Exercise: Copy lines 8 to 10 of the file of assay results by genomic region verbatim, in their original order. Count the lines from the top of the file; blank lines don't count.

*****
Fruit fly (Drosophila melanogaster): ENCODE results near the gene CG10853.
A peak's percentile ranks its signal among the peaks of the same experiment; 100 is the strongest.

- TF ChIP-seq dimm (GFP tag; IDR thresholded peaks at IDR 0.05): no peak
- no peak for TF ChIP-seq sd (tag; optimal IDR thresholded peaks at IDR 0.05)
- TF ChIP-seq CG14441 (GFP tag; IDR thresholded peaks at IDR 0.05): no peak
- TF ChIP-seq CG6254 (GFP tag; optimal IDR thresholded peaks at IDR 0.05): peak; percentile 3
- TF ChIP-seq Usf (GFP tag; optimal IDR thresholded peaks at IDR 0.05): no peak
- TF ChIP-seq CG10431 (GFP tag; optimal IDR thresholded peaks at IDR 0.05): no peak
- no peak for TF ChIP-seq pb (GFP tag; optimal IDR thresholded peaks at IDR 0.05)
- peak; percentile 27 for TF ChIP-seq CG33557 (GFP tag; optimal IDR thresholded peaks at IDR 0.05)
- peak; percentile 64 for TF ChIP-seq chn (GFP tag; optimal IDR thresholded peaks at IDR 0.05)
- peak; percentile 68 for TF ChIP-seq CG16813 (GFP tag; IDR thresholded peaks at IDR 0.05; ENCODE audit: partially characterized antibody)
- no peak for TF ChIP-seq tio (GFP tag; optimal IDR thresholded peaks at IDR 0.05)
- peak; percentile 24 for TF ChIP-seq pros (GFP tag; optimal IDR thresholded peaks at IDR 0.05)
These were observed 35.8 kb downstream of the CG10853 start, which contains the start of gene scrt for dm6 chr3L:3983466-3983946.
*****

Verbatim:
- TF ChIP-seq CG10431 (GFP tag; optimal IDR thresholded peaks at IDR 0.05): no peak
- no peak for TF ChIP-seq pb (GFP tag; optimal IDR thresholded peaks at IDR 0.05)
- peak; percentile 27 for TF ChIP-seq CG33557 (GFP tag; optimal IDR thresholded peaks at IDR 0.05)